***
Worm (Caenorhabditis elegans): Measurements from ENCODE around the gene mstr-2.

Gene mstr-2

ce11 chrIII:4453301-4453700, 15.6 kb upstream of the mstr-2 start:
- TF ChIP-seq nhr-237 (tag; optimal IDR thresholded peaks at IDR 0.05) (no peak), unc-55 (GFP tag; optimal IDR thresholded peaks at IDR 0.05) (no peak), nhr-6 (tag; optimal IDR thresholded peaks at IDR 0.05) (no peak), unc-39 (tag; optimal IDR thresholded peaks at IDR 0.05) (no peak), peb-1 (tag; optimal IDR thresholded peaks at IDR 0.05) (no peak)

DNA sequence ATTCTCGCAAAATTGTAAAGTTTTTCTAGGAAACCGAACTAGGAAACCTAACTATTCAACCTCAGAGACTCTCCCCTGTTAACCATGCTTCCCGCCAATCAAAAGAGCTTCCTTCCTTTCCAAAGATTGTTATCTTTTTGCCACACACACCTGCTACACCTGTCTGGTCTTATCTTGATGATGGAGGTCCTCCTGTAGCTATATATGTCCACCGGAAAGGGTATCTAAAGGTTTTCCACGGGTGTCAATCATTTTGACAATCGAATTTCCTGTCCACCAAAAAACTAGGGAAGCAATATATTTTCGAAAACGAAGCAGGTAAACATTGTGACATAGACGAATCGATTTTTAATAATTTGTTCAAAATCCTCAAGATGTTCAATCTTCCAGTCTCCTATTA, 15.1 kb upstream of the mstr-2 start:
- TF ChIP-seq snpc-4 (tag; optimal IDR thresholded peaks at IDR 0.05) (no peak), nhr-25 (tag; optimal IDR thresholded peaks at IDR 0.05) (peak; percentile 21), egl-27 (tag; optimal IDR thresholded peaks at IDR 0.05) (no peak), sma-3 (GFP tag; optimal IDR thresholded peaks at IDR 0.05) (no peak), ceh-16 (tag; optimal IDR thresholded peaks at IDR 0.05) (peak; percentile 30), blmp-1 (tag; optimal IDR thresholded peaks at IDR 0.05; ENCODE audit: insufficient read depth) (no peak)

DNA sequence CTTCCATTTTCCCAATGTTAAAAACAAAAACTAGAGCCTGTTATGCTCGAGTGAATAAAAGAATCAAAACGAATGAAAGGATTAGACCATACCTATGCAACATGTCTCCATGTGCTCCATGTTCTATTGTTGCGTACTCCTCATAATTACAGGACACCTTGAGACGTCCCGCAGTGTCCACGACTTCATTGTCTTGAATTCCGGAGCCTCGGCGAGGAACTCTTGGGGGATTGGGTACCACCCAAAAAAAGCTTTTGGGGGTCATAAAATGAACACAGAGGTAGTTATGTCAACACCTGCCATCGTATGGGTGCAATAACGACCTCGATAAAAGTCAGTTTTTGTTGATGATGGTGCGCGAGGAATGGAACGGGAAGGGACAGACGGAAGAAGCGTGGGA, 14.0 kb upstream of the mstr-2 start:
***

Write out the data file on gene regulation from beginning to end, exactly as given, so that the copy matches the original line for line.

Worm (Caenorhabditis elegans): Measurements from ENCODE around the gene mstr-2.

Gene mstr-2

ce11 chrIII:4453301-4453700, 15.6 kb upstream of the mstr-2 start:
- TF ChIP-seq nhr-237 (tag; optimal IDR thresholded peaks at IDR 0.05) (no peak), unc-55 (GFP tag; optimal IDR thresholded peaks at IDR 0.05) (no peak), nhr-6 (tag; optimal IDR thresholded peaks at IDR 0.05) (no peak), unc-39 (tag; optimal IDR thresholded peaks at IDR 0.05) (no peak), peb-1 (tag; optimal IDR thresholded peaks at IDR 0.05) (no peak)

DNA sequence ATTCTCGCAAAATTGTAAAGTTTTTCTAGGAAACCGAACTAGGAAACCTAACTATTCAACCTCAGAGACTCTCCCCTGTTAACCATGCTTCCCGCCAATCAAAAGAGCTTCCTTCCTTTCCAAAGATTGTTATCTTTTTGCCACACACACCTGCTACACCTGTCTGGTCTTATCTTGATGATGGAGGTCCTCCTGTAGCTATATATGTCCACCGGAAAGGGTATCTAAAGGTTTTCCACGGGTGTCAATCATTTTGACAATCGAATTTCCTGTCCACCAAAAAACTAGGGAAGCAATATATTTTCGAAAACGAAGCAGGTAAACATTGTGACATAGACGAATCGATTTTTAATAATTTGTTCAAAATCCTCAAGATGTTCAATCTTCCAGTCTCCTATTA, 15.1 kb upstream of the mstr-2 start:
- TF ChIP-seq snpc-4 (tag; optimal IDR thresholded peaks at IDR 0.05) (no peak), nhr-25 (tag; optimal IDR thresholded peaks at IDR 0.05) (peak; percentile 21), egl-27 (tag; optimal IDR thresholded peaks at IDR 0.05) (no peak), sma-3 (GFP tag; optimal IDR thresholded peaks at IDR 0.05) (no peak), ceh-16 (tag; optimal IDR thresholded peaks at IDR 0.05) (peak; percentile 30), blmp-1 (tag; optimal IDR thresholded peaks at IDR 0.05; ENCODE audit: insufficient read depth) (no peak)

DNA sequence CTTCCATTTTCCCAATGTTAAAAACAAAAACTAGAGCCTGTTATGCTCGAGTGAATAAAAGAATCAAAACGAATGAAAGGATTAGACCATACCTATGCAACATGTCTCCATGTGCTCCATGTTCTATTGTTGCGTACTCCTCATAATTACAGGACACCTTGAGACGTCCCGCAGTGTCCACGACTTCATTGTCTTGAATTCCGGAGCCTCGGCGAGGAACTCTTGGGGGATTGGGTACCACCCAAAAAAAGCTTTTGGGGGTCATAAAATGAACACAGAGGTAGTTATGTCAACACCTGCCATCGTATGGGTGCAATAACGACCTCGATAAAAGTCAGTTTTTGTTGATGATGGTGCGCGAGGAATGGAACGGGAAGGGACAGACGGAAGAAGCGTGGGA, 14.0 kb upstream of the mstr-2 start: